Ancient remains and what we do with them

In various places on the internet (particularly in Facebook) recently there have been heated discussions about ancient remains and what we do with them. Arthur Pendragon, leader of the Loyal Arthurian Warband, wants to see them reburied. He is particularly passionate about those remains referred to by some as the “guardians” of Stonehenge as described on the Loyal Arthurain Warband Website.

Honouring the Ancient Dead is an organisation that advocates respect for ancient remains and in the words of the website “Respect is a key word addressed in HAD’s Definitions document. In essence, respectful interaction requires that we engage with the ancestors – including the bodily evidence of their lives – as persons, not objects. Furthermore, the fundamental expression of respect for a dead person is to allow them to rest in peace.” To me that last statement seems to be quietly in favour of reburial but I am aware that as an organisation HAD seems to walk a consultative path treating each case individually.

Pagans for Archaeology are another strong voice on these issues. They are not in favour of reburial but do want remains treated with respect. They favour retention of remains and provide a very clear case for retaining human remains.

So where do I sit on this issue which for some is a very emotive one?

I’m not in favour of blanket reburial but neither am I in favour of automatically retaining all ancient remains either. I’m not comfortable with ancient remains being displayed out of context in museums but can see the educational value of doing so in as accurate a copy of the original context in which they were found as possible.

I personally do not think that an aspect of the deceased person’s spirit remains with the bones that long after death and in fact I rather hope it doesn’t. If there is an aspect of spirit tied to the bones then I would think being out of the ground and being remembered would be better than being forgotten in the earth. I personally feel that the physical remains of a person long enough after death to be called ancient are simply matter, like all matter they have energy within them and spirit but not the personality or spirit of the former person.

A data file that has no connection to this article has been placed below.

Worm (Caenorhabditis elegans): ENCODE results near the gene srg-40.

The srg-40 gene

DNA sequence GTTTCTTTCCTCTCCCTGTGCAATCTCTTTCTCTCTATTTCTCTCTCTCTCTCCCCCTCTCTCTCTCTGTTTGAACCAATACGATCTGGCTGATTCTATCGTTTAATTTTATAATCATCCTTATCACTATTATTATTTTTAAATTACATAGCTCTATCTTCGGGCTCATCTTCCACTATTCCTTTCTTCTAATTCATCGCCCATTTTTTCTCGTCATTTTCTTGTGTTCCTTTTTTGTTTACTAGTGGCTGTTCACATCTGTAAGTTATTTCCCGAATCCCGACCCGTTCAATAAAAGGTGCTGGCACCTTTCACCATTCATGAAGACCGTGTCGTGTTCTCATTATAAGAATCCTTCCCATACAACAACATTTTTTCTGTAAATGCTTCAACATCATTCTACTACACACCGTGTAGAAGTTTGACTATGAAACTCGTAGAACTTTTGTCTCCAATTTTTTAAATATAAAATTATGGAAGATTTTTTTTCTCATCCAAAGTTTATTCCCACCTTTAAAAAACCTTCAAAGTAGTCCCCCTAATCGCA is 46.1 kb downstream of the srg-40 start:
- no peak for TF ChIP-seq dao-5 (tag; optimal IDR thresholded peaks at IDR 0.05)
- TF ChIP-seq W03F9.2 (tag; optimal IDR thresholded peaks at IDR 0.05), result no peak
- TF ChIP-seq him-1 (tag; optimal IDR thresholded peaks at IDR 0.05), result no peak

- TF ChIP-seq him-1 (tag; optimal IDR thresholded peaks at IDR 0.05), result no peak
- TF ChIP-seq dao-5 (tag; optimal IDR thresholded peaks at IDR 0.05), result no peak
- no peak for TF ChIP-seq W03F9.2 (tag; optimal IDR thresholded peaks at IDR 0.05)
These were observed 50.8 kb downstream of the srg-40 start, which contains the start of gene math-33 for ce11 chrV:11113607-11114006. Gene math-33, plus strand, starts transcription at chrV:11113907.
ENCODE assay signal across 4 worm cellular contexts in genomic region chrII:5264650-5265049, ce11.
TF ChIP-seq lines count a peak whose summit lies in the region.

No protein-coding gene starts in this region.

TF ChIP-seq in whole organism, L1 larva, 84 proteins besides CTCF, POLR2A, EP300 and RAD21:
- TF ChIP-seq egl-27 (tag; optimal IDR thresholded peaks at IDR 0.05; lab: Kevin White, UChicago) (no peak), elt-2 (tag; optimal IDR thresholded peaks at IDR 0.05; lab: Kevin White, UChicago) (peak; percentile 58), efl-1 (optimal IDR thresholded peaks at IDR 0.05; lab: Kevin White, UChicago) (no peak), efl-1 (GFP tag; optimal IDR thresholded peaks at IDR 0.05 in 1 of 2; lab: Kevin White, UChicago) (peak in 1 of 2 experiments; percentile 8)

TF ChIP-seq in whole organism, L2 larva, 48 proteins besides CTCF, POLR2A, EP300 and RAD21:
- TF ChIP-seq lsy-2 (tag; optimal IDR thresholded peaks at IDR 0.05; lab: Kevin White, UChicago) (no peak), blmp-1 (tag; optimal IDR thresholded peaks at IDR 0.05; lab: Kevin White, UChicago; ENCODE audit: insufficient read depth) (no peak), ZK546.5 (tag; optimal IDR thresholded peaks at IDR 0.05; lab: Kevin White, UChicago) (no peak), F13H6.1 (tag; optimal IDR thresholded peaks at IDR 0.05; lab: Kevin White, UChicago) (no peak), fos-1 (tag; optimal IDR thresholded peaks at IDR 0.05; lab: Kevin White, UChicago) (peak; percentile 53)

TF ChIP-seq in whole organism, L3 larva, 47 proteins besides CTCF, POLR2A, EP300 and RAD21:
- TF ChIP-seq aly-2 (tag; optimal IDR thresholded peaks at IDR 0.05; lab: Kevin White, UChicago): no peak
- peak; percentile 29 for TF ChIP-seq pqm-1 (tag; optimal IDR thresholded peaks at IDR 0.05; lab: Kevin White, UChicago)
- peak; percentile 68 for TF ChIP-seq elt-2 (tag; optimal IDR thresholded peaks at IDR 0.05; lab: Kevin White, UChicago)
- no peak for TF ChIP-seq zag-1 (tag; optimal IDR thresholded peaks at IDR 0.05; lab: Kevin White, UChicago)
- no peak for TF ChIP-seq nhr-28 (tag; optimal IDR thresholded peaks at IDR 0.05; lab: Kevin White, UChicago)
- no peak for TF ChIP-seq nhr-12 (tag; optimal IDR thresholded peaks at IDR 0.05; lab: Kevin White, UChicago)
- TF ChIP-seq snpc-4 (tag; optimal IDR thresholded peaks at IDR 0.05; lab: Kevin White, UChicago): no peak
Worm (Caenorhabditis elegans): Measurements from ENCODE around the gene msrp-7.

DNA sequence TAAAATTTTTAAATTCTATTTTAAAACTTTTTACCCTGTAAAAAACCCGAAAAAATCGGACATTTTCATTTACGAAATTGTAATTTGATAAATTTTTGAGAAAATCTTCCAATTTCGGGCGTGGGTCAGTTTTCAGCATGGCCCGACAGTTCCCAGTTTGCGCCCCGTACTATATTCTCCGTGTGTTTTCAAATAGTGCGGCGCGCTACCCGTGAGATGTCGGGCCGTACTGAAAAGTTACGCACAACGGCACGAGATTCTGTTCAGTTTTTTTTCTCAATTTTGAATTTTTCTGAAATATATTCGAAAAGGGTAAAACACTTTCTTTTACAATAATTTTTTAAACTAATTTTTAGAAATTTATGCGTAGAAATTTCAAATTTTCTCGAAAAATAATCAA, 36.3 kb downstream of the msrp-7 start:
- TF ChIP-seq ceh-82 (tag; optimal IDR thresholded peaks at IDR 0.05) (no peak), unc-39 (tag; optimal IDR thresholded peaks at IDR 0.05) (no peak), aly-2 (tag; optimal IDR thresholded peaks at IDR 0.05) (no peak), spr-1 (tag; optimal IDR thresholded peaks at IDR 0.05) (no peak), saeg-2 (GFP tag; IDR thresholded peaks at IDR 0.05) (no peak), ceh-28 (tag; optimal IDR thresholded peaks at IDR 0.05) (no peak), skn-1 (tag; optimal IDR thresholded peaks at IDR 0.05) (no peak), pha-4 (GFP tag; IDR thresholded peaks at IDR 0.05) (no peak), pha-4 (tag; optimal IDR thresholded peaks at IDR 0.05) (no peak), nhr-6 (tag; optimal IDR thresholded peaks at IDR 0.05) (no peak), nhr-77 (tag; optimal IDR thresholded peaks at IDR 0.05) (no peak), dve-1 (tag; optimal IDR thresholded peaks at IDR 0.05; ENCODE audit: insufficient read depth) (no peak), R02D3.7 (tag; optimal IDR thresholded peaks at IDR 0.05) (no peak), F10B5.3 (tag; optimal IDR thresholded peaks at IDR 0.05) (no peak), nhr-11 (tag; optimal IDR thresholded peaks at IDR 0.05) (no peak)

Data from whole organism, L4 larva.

Should remains be treated with respect? Yes, of course, and I am well aware that the majority of scientific staff interacting with ancient human remains will be treating those remains with great care and respect. But everything in this world should ideally be treated with respect in my opinion as we are all connected. Science has shown us how closely related we are to all life on this wonderful planet of ours and we should try and treat all life with respect.

Should ancient remains be studied? For me that is a yes. We have learnt so much about our ancient ancestors from studying their remains even in some cases being able to build models of what their faces and bodies might have looked like in life. How can this possibly be a bad thing? But do we need to keep all ancient remains accessible for further study? Of that I am not sure. I’m not sure reburial is the answer either. Once remains have been removed from their original burial location they have been disturbed and nothing can undo that change. Some might even say that it was in their destiny to be discovered and removed and so we should honour that destiny. Suffice it to say that however well meaning and respectful a reburial might be we do not have enough information about the practices of ancient communities to know how they would have wanted their remains to be buried or indeed reburied if they even thought about such a thing. Perhaps storing them carefully and respectfully with whatever goods or other remains were found with them is the best we can do. Certainly I think keeping remains together with whatever else was found with them, keeping the stories together, is much better than spreading things out into different locations.

So basically I’m a bit on the fence. I can see why some are in favour of reburial of ancient remains and I can see why others are in favour of retaining them for study. I simply don’t think that we can have a one size fits all approach to ancient human remains. Even treating remains with respect means different things to different people. What I would like to see is more people listening carefully to the different views and trying to remain calm when discussing these issues.

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One thought on “Ancient remains and what we do with them

  1. Hi. After Philip Shallcrass began the debate on reburial, the Secular Order of Druids properly promoted it through respectful protest. English Heritage and the National Trust used the DCMS guidelines to re-focus the debate away from reburial toward museum retention via a public consultation and the results remain questionable. More recently, Arthur's Warband, Had and P4A have done much work to raise awareness in concern of our shared ancestry. Oddie

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